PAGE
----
Goodbye Africa

I have been having most paradoxical feelings for a couple of days. At the same time that I’m tremendously happy to go home and see my family and friends and to experience the delicate, slow spring of Finland after spending eight months in eternal summer my heart is weeping for everything I had to leave behind…

I started saying goodbyes in Awassa after the last children’s Aikido class I gave. All the children were clinging onto me, shaking hands, hugging, asking me when I’ll be back. It was tough to walk away… Then I said goodbye to all the good friends I’ve made there during my two stays and the next day driving in a car from Awassa to Addis Ababa I said goodbye to this beautiful country and its magnificent landscapes. African sky truly is huge…

Next morning flying from Addis to Dar I saw from the plane window the turquoise beaches of Dar es Salaam and Zanzibar and for a moment I had to hold back tears thinking that I might never see them again… So many good moments spent there…

Actually, I started saying goodbyes already two months ago when I moved from Mtwara to Dar. That wasn’t so hard then since I still had the time left on this awesome continent. Even when I left Dar – which was already waaaaaaaaaaay harder because of the wonderful students at Azikiwe Aikido Club I still didn’t have this feeling of finality which is now making my heart so solemn.

In Dar es Salaam taking a taxi – even the taxi driver! I’ve been using the same trustworthy taxi driver every time I needed one in Dar and we both felt already kind of friendship towards each other – through the city to pick up the rest of my luggage from Anoek’s place and going back to the airport for my evening flight to Nairobi I felt the hectic rhythm of the city in my blood and was thinking what a fool I was to leave all this… Arriving at Anoek’s place I was greeted by a family that keeps shop on the basement of the building and had to explain to them with my broken Swahili (even more broken now after hearing just Amharic around me for a month and having tried to pick up as many words as possible of that tremendously difficult language – I used to think Swahili is a difficult language but it’s nothing compared to Amharic; even simple Thank you is a long and hard to pronounce word which is written totally different from pronouncing; Ameseginalehugn, pronounced something like Amesegenallo) why I had to leave almost at the same moment I showed back up and when I would possibly return… Explaining my travels and things I have experienced in these two different countries to these people would be a challenge even in English… To the common Tanzanians or Ethiopians these almost neighbouring countries could as well be as far as Finland (or outer space for that matter); they never get to travel anywhere so they have no perception of how foreign countries are.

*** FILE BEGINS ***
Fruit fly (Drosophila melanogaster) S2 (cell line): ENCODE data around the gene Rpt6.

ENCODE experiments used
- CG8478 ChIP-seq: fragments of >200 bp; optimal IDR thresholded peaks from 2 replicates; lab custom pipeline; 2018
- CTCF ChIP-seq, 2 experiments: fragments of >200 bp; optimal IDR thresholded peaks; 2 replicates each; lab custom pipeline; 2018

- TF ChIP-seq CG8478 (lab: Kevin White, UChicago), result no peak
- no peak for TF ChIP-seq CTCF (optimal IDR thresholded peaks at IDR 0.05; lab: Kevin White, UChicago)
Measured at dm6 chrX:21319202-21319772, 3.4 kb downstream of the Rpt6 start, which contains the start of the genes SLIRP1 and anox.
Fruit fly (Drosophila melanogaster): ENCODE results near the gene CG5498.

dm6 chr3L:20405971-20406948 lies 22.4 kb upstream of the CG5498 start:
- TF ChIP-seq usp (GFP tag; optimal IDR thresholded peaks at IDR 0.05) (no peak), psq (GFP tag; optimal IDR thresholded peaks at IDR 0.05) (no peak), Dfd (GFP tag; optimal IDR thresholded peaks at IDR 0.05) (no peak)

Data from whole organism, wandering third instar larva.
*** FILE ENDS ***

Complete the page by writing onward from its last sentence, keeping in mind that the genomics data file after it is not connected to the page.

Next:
So blended to these feelings of joy going back home to my loved ones and sorrow of having to leave so many new friends here seeps in a feeling of gratitude; how tremendously lucky and priviledged person I am being able to experience all this; being able to travel to places on Earth, seeing different landscapes, habits, ways of life, meeting people – widening my perspectives, deepening my understanding…

In the British Airlines plane from Nairobi to London I got first waves of shock when I entered the bathroom. There were tons of toilet paper – not something you would meet in the African ‘bathrooms’ – but also – besides that there was tissues for wiping the toilet seat… and tissues to wipe your hands… even separate tissues for wiping your face! And an abundance of liquid soap and hot water! And after I had used all these commodities the airline politely wished me to ‘wipe the wash basin for the next customer’… The level of hygiene and of luxury that is so commonplace in the west just seems absurd for somebody coming from Africa…

The next shock came when I was flying from London to Helsinki. Watching Europe from the air made me feel somehow cramped since everything is so small; all those small patches of cultivated fields, small lakes, even small sea (the Baltic)! And over Finland all you can see is forest, forest, forest… There is no sign anywhere of the huge spaciousness of Africa; the vast plains, the never ending mountain sites, the dry yellow and brown earth that just continues as far as the eye can see…

Now I am at home surrounded by my family and friends, I am happy to feel so much love but at the same time contemplating when will I be able to return to Africa… Today I also had a total medical check up to make sure I didn’t bring back any unwanted life forms inside myself but I’m afraid this one bug – this ‘I want to go back to Africa’ -bug – is incurable; it will stay in my blood forever…

There is no way to show with photographs the Africa that is in my heart so this writing I will not end with any photos.

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4 Responses to Goodbye Africa

  1. Tintti says:

    Welcome back. You are rich.

    • tainanystrom says:

      Kiitos Tarja, tiedetään… Oon niin tosi onnellinen, että tein tämän jutun; yksi elämäni parhaita päätöksiä! Nähdään syksyllä kun palaan töihin!Hyvää kesääääääääääääääääääääääääääääääää!

  2. Bärbel says:

    Dear Taina!
    even though you are already 1 month back i wanna say “welcome back in europe”!
    I wish you have had and probably have a warm and joyful “hello sweetie” from your family and friends!
    The experiences of Africa will always accompany you and make your life colourful in more than one way – for ever.

    Hugs and Hugs from,


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